There are many different types of disabilities – and not all of them are visible. An invisible disability is a disability which may not be noticed by simply looking at someone. Many cognitive disabilities are invisible, while motor disabilities are more likely to be visible. Despite those with cognitive and motor impairments being mostly underrepresented in media and advertising, we’ll share a few examples from brands and Hollywood producers on the cutting edge of inclusion and accessibility.
Let’s start with cognitive disabilities, which describe when a person has trouble remembering, learning new things, concentrating, or making decisions that affect their everyday life. A few examples include Autism and Down syndrome, as well as ADHD and dyslexia. Cognitive disabilities can appear on a spectrum, so some individuals may be more neuro-divergent or neuro-typical than others. There are several easy strategies for marketers looking to enhance accessibility. For some neuro-divergent people, images and emoji can help convey emotion. For people with dyslexia or learning disabilities, ensure you use clear and concise language. It is also a best practice to avoid offensive language like ‘mentally handicapped’ and instead say ‘learning disability’.
Unlike cognitive impairments, motor impairments are often visible disabilities. Having a motor impairment means having total loss of function of a body part, which may result in muscle weakness, stamina loss, lack of muscle control, or paralysis. Types of motor impairments include cerebral palsy, muscular dystrophy and multiple sclerosis. People with motor disabilities may use wheelchairs, but not always. One strategy to be more inclusive that goes along way ensuring proper terminology – for example, never say “wheelchair bound,” but rather try “wheelchair user.” Other good practices to enhance accessibility for people with motor disabilities includes optimizing websites with fewer actions that require keypresses, ensuring search feature is easy to find, as well as making in-person activations, shoots, and venues wheelchair accessible. Finally, some companies that have made successful strides towards being more inclusive to people with motor impairments include clothing brand Asos, which offers a wheelchair-friendly jumpsuit, Pottery Barn, which launched an accessible line of furniture, and Toyota who’s 2018 Super Bowl commercial ‘Good Odds’ followed the journey of Lauren Woolstencroft who despite being born missing her left arm below the elbow as well as both legs below the knees has won 8 gold medals.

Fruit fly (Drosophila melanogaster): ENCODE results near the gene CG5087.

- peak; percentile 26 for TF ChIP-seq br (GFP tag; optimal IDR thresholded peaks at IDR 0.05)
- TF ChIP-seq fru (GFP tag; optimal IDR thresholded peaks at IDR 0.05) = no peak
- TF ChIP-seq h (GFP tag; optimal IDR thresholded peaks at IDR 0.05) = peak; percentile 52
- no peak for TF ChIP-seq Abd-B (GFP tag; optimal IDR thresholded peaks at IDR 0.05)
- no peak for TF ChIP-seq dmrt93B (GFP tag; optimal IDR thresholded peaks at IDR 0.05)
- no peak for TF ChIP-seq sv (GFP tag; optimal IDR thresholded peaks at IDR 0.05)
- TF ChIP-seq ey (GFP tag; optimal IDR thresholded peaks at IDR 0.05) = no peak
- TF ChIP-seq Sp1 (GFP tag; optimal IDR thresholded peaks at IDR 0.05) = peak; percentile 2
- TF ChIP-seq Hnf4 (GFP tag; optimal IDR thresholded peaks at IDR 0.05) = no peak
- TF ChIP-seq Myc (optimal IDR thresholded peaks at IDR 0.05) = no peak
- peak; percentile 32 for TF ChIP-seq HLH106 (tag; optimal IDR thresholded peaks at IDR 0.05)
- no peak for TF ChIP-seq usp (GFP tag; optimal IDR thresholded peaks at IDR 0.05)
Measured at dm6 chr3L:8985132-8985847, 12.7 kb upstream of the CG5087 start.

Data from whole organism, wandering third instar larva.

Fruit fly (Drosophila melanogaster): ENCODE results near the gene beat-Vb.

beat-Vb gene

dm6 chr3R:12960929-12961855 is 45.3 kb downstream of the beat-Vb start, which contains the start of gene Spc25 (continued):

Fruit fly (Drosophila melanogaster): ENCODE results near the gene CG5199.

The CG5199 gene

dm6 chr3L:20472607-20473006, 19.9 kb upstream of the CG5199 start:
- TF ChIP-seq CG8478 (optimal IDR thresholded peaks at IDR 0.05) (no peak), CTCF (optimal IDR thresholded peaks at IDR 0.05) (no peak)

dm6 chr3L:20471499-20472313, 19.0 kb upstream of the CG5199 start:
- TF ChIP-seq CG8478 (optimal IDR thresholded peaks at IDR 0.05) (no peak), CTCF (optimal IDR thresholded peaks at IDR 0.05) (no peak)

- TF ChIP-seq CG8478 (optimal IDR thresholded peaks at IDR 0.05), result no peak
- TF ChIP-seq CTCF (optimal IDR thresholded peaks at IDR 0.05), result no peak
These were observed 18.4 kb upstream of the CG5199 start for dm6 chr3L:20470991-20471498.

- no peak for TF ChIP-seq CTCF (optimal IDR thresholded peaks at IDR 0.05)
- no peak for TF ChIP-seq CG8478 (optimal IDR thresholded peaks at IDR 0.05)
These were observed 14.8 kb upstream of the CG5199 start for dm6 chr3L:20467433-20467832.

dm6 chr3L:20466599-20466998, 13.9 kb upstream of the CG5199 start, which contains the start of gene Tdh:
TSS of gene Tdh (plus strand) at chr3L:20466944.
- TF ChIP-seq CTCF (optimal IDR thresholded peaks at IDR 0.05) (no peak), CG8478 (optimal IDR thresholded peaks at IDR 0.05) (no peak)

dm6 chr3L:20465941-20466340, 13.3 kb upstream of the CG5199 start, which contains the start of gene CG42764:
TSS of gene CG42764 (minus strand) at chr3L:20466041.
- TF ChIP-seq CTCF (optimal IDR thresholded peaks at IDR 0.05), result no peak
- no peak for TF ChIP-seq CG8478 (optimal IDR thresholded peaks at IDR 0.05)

Recently, we’ve also seen incredible strides in content creation that captures the daily lives of people with cognitive and motor disabilities in fun yet respectful ways. For example, a Netflix series titled ‘Special,’ which follows the life of a man with cerebral palsy. Netflix also launched a series that follows the love lives of autistic adults called ‘Love on the Spectrum’. These shows normalize living with disabilities, reinforcing the deeper human insight that we all want to find a significant other or fall in love. Similarly, in the 2021 children’s movie Luca, a sea monster who transforms into human form builds a friendship with a young girl on land whose father was born without an arm. Inclusive content for children helps them understand that people come in all shapes and sizes. Finally, Nike has created a wealth of branded content based on its contract with runner Justin Gallegos, making him the first professional athlete with cerebral palsy.
If you are an advertiser looking to be more inclusive and who wants to make the marketing fun for everyone, be sure to stay on the lookout for the final entry on this topic which will summarize and highlight the most important takeaways on accessibility for people living with disabilities.
If you missed the introductory post, you can find the link here.
We at PACO are incorporating these learnings into our work with our clients. Contact us for help on how you can be more inclusive in your marketing strategy.